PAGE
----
‘The Weatherman Volume 2 #2:’ Comic Book Review

The Weatherman is wonderfully bonkers. Sometimes, it’s a gonzo satire right out of Philip K. Dick’s mind, and, other times, it’s an action-packed free-for-all.

A terrorist that wiped out pretty much the entire population of Earth pulled a Total Recall and had his mind erased and a new personality imported - that of Nathan Bright, the most recognized goofball weather reporter in the galaxy. It has been an emotional journey for him, as he’s had to come to terms with who he actually is and what he actually did. Now, in order to stop more terrorist actions, Amanda - a special ops warrior - is heading to Earth with a small crew and Nathan to find a doctor who can recover his memory.

Earth, of course, is inhabited by some seriously weird and almost unstoppable bad guys, but they find something - actually someone else - there: Pace, a hyper-childlike young woman, who has either MS or Cerebral Palsy and gets around with two forearm crutches when she’s not riding her giant polar bear dog, Pickles. You’re immediately on her side. I heart stuff like this. It’s almost like if Ed from Cowboy Bebop started hanging out with Appa from The Last Airbender. In fact, this entire series feels like it’s taking place in Ed's mind which is a wonderful place to be.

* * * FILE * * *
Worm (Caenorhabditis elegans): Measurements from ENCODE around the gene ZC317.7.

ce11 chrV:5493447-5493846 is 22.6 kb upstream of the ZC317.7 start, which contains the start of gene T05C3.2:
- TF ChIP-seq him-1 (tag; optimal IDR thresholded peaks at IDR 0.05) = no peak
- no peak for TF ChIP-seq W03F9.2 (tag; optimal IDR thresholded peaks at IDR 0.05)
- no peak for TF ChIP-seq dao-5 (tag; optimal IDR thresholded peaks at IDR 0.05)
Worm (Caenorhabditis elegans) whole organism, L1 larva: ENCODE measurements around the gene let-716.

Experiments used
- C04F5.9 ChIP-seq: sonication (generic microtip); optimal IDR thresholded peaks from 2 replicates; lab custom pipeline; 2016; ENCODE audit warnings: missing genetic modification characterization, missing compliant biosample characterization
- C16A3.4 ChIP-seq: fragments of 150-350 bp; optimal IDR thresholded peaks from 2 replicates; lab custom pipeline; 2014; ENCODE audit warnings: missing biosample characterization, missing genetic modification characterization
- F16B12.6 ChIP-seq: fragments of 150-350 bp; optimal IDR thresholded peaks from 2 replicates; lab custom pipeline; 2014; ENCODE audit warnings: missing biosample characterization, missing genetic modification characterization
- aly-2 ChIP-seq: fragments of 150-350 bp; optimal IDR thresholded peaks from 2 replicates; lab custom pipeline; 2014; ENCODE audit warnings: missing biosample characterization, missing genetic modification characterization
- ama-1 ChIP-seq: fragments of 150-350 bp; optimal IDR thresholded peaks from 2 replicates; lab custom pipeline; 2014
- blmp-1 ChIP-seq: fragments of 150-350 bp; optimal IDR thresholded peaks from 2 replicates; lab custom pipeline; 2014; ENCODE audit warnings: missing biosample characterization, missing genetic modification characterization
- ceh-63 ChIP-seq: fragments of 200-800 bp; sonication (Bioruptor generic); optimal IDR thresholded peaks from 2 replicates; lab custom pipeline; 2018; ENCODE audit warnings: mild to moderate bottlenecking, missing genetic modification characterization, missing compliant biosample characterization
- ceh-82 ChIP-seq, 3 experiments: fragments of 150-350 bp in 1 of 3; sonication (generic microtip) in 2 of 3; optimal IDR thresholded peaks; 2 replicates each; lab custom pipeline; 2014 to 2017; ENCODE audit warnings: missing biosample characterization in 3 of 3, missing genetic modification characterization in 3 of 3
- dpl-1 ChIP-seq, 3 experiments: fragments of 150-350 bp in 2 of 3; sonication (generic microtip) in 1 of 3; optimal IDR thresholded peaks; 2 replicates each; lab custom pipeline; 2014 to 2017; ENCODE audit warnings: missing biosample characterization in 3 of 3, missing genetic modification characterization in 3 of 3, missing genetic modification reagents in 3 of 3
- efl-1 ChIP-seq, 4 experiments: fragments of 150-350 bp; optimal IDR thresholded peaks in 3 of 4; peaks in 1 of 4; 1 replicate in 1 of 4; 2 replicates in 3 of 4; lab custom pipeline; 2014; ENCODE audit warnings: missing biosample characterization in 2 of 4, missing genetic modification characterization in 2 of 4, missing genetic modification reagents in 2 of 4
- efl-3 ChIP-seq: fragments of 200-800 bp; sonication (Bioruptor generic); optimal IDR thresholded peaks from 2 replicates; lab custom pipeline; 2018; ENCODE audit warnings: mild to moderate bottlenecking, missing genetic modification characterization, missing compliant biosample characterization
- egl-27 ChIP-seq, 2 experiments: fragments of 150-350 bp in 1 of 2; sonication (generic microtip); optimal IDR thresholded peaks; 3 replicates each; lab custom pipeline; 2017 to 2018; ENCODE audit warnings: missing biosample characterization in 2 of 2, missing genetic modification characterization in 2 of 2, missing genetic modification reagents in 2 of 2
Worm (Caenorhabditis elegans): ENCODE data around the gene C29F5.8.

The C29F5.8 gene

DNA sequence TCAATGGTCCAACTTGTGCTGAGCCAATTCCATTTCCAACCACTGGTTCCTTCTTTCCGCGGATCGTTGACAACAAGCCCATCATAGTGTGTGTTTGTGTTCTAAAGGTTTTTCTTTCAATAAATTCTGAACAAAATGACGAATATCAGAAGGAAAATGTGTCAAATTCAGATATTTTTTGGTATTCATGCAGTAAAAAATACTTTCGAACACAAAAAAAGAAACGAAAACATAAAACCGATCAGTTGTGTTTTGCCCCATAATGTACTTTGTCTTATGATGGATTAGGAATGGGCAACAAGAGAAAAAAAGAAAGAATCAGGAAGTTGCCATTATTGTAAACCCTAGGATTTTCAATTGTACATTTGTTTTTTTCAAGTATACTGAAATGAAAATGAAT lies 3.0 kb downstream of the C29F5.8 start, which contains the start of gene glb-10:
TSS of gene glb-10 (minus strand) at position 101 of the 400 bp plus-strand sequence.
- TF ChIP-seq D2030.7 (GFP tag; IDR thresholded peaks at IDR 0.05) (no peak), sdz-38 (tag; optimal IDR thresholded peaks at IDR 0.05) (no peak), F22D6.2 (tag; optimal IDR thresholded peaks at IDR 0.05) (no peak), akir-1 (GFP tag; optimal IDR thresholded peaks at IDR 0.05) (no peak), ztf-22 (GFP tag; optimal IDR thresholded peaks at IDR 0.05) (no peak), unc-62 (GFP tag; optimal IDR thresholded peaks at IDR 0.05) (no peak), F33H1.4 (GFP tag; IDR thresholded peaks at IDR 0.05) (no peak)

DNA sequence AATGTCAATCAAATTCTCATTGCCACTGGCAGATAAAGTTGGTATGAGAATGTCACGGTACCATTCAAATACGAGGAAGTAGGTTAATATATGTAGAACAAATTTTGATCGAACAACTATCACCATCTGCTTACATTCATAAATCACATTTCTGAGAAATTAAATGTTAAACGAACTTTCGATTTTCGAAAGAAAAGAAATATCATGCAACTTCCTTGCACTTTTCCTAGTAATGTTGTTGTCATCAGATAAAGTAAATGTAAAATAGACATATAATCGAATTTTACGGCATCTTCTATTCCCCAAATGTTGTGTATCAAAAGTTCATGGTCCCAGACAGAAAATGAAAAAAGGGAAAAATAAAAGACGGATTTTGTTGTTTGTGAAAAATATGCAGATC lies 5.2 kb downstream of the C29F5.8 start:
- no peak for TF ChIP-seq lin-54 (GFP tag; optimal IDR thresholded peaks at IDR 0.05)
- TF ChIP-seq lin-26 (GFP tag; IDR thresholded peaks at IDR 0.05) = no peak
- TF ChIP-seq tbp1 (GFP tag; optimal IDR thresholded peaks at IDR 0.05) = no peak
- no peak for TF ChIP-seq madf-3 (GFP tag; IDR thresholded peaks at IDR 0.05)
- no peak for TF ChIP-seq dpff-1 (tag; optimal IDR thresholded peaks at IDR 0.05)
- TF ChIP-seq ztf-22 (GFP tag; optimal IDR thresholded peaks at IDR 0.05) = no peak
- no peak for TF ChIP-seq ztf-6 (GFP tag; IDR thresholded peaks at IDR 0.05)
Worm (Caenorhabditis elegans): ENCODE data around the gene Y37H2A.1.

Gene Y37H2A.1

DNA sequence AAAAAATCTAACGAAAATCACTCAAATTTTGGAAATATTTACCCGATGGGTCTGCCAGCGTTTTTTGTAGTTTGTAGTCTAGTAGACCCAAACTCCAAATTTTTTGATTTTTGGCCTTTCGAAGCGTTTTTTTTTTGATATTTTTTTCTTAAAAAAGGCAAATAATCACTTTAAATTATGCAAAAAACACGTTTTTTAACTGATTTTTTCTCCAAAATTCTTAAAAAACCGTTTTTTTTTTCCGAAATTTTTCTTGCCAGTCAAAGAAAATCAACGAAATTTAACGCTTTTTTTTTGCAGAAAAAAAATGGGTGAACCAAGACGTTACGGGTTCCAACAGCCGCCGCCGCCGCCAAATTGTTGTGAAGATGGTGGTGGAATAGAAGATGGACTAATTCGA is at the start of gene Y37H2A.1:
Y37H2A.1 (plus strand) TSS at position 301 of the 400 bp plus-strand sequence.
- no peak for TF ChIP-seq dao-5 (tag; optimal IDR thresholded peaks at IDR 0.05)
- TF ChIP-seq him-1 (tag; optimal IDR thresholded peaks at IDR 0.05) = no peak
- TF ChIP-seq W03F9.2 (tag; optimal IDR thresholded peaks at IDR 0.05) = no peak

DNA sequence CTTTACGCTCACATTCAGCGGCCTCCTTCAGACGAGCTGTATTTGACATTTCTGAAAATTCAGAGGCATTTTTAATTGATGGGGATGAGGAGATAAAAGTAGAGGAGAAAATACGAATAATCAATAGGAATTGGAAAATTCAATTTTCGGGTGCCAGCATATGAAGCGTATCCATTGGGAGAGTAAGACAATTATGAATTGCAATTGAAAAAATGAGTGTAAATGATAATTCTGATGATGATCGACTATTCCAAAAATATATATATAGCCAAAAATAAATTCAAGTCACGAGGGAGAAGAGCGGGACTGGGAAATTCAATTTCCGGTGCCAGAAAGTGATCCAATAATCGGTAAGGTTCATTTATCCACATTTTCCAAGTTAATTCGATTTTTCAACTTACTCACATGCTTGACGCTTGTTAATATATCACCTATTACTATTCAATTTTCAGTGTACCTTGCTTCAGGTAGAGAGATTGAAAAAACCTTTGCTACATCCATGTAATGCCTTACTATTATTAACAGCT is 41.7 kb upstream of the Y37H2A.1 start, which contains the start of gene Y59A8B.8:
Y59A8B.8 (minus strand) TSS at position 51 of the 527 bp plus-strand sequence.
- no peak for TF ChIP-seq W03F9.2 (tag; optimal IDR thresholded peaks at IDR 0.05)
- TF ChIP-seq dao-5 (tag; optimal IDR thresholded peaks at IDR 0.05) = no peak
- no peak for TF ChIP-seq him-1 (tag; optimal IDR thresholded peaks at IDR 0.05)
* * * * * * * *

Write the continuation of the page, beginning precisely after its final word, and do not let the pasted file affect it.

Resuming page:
The first issue of the second volume had to spend a little time catching everyone up again, but with that out of the way, Jody LeHeup is able to do what she does best, find human moments in complete chaos.

Nathan Fox’s action is hyper-fantastic. Every image blazes to life like a wildfire; his violence is swift and unflinching, and the reactions are emotionally charged. I could talk up Dave Stewart’s colors all day. Everything he touches takes on new life. The detail of a can of soda leaking across the floor of a science lab . . . touches like that from these two really bring this world to life.

Nathan Fox and Dave Stewart make a superb artistic team. This book is visually glorious.  Steve Wands also brings great craft to the lettering. Lines of dialogue, words, and sounds jump off the page. He captures the energy of the moment with how he shows us the words on the page.

This is an exceptional team for a wonderful comic. Check it out.

Creative Team: Jody LeHeup (story), Nathan Fox (artist), Dave Stewart (colors), Steve Wands (letters), Sebastian Girner (editor), Tom Muller (Designer)
Publisher: Image Comics
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